The company's share price reflects this phenomenal growth. The stock increased over 400% from Jan. 2015 to Jan. 2021 and rose more than 75% between Jan. 2020 to Jan. 2021 alone. Bezos owned about 15.1% of the two decade-old company as of 2020, making it the largest source of his wealth. Between 2017 and 2019, Bezos sold more than a million shares and also distributed additional shares to his ex-wife as part of divorce proceedings. The 2020 Annual Meeting announcement showed Bezos owning over 75 million shares.

$280.5 billion

Amazon boasted of $280.5 billion in net sales in FY 2019.

Real Estate

Bezos also has substantial holdings in more traditional investments, such as real estate. His 165,000-acre Corn Ranch in Texas was acquired as the base of operations for his aerospace company, Blue Origin, and serves as the test site for the vertical-landing manned suborbital New Shepard rocket.

His personal real estate includes holdings on both the east and west coast. Bezos has two multi-million dollar homes in Beverly Hills and a 10,000-square-foot apartment in the Century Tower in Manhattan that cost him just under $10 million. Bezos' New York presence is reported to have boosted Century Tower property values even higher, with space selling for $2,000 to $3,000 per square foot. He also has a lakeside property in Washington State, on which he spent $28 million to increase the living space to almost 30,000 square feet.

In 2012, Amazon bought its own South Lake Union headquarters building in Seattle for $1.5 billion, instantly making the company one of the city's largest commercial property owners. Amazon took possession of nearly a dozen buildings, almost 2 million square feet of office space and approximately 100,000 square feet of retail space. In Aug. 2017, the Seattle Times reported that Amazon had just as much office space as Seattle's next 40 largest employers combined. 

Charitable Donations

Bezos has also invested very sizable sums in giving back through charitable donations. In addition to the Bezos Family Foundation that funds several education projects, Bezos has made individual multimillion-dollar charitable contributions to the Seattle Museum of History and Industry as well as to his alma mater, Princeton University.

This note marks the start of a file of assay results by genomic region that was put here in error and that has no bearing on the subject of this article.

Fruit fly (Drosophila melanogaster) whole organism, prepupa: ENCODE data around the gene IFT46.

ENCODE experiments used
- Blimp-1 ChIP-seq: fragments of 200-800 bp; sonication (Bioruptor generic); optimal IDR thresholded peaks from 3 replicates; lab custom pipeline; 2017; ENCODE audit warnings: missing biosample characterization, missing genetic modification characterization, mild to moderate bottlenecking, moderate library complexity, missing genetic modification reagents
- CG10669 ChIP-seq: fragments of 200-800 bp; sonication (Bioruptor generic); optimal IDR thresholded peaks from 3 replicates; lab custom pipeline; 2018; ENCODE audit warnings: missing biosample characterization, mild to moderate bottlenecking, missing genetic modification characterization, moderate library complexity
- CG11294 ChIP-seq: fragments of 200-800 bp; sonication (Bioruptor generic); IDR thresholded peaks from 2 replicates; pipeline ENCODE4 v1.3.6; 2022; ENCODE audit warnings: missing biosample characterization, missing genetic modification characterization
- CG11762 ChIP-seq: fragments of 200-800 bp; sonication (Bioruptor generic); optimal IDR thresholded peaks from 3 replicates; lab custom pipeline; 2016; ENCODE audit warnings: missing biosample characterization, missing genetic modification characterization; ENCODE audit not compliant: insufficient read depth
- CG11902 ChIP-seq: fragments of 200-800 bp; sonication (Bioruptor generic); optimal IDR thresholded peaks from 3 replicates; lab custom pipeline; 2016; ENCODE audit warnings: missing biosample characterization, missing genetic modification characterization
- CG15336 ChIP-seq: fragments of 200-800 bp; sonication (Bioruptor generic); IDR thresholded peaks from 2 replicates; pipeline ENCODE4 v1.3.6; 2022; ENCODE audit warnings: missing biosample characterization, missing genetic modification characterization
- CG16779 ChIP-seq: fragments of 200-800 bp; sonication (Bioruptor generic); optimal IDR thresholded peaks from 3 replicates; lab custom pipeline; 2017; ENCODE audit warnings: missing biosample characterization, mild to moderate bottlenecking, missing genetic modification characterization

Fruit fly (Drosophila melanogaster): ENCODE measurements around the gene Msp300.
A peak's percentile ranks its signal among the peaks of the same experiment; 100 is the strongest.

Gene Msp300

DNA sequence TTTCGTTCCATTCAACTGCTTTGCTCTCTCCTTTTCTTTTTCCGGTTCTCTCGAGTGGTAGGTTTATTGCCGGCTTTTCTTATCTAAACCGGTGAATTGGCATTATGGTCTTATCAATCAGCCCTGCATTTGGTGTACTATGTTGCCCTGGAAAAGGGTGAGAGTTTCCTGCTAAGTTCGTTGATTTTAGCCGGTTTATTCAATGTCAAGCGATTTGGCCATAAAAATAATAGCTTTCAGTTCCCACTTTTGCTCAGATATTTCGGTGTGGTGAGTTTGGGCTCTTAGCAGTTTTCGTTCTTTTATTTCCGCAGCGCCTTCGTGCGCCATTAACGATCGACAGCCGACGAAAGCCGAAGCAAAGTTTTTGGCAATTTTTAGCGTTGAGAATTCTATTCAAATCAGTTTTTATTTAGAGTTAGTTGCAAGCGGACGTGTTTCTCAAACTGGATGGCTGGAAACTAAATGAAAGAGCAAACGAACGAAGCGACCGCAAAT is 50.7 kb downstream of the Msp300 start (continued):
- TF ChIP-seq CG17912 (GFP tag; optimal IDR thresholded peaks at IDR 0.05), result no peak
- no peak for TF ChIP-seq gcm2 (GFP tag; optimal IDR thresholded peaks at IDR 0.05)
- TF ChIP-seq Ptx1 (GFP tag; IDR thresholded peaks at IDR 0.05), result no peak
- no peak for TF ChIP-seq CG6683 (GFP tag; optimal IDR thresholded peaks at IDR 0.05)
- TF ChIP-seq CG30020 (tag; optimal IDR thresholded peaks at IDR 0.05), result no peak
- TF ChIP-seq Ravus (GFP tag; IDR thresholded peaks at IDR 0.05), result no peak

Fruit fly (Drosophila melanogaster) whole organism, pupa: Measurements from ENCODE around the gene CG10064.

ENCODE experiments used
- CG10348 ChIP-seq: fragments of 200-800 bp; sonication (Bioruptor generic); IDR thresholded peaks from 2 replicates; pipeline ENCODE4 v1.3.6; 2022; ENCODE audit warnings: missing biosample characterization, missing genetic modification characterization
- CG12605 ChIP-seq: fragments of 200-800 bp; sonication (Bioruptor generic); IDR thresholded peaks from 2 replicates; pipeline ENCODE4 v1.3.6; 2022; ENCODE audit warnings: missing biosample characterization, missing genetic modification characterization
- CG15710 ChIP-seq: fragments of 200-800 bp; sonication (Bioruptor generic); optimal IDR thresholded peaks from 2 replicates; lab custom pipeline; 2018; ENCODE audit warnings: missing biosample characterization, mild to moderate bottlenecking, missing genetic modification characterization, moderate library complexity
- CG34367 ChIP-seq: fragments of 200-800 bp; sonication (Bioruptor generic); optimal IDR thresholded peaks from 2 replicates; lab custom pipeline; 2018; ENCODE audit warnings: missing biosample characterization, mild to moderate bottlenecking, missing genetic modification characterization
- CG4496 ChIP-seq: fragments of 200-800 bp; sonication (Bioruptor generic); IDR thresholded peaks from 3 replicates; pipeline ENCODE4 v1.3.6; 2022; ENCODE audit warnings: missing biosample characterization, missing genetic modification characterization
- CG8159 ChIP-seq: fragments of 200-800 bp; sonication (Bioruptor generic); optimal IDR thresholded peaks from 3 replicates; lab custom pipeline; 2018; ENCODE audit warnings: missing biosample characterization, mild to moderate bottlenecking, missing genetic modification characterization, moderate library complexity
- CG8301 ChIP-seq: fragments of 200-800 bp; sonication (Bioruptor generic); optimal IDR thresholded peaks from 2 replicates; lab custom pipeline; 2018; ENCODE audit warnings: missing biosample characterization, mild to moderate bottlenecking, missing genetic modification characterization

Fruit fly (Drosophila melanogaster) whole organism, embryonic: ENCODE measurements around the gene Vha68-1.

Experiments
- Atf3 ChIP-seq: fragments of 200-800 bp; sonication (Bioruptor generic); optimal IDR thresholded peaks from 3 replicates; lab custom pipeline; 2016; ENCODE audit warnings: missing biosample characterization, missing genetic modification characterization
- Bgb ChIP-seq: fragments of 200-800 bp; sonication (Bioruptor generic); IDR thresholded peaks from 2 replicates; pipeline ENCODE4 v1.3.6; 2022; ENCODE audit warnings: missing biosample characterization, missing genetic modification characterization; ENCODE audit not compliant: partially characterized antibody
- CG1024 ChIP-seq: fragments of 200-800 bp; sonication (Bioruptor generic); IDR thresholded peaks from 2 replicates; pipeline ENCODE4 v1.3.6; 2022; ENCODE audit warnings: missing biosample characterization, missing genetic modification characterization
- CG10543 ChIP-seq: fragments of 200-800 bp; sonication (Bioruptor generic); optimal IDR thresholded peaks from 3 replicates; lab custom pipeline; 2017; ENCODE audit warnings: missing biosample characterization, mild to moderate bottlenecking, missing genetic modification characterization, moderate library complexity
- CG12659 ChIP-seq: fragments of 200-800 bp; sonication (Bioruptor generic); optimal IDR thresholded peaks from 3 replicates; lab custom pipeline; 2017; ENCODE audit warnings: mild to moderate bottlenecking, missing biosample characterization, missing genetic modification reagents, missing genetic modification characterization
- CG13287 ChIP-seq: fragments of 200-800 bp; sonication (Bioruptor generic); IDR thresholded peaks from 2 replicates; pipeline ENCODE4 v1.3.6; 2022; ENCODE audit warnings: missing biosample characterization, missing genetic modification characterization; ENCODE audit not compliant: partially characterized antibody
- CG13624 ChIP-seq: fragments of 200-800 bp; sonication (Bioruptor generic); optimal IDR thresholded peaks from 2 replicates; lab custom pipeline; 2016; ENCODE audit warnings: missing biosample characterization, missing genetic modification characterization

In Jan. 2018, Bezos and his ex-wife, MacKenzie, announced a $33 million dollar donation to TheDream.US, an organization working to improve college access for undocumented immigrant youth who were brought to the United States as young children. The grant will provide college scholarships to 1,000 U.S. high school graduates with DACA status. 

Media, High Tech, Glass, and Travel

Bezos has an affinity for the technology sector, for media and communication services that facilitate connecting people, and also for just what he considers to be potentially profitable investments. In the media and communications sector, Bezos has invested in Twitter Inc. and the popular business news website Business Insider. He acquired The Washington Post in 2013 for $250 million. ZocDoc Inc. and Nextdoor are both platforms for connecting people in which Bezos has invested.

In the travel sector, Bezos has $35 million in transportation service Uber. Bezos is a big believer in the cloud, as evidenced by Amazon's major push into providing cloud computing services. However, his investment interest does not end with his own company. One of his notable investment successes is Workday Inc., a company that provides human resource services in the cloud. Shortly after Bezos' venture capital investment in the company, it went public in an initial public offering (IPO) that garnered $684 million. In the sphere of a more traditional retail business, Bezos has also invested in Glassybaby, a company that makes glass-blown holders for votive candles.

The Way-Out-There Ideas

Two of Bezos' investments that engender a lot of discussion and that are considered a bit off-the-wall are the 10,000-year clock and the F-1 engine retrieval project. The 10,000-year clock project is an effort to build a clock into the side of the Sierra Diablo mountain range in Texas, a clock that literally keeps on ticking for 10,000 years. The clock is planned to have a chime generator that generates a different chime sound for each day. Just coming up with 10,000 x 365 different chime sounds like a pretty daunting challenge. Bezos explained the need for the clock by saying today's global problems require "long-term thinking."

The F-1 engine retrieval project was an effort to salvage the engines that powered the Apollo 11 flight to the moon from the ocean floor. Enough artifacts were recovered to fashion displays out of two F-1 engines. The artifacts were donated to Seattle's Museum of Flight in 2015.

With his booming wealth, Bezos is now able to fulfill his childhood dream of becoming a space entrepreneur. Each year, he commits $1 billion to his space-exploration company, Blue Origin, which, in 2016 became one of the first commercial companies to launch a reusable rocket.  On July 18, 2018, Blue Origin sent spacecraft "New Shepard" into high altitude order to test its safety systems, which worked.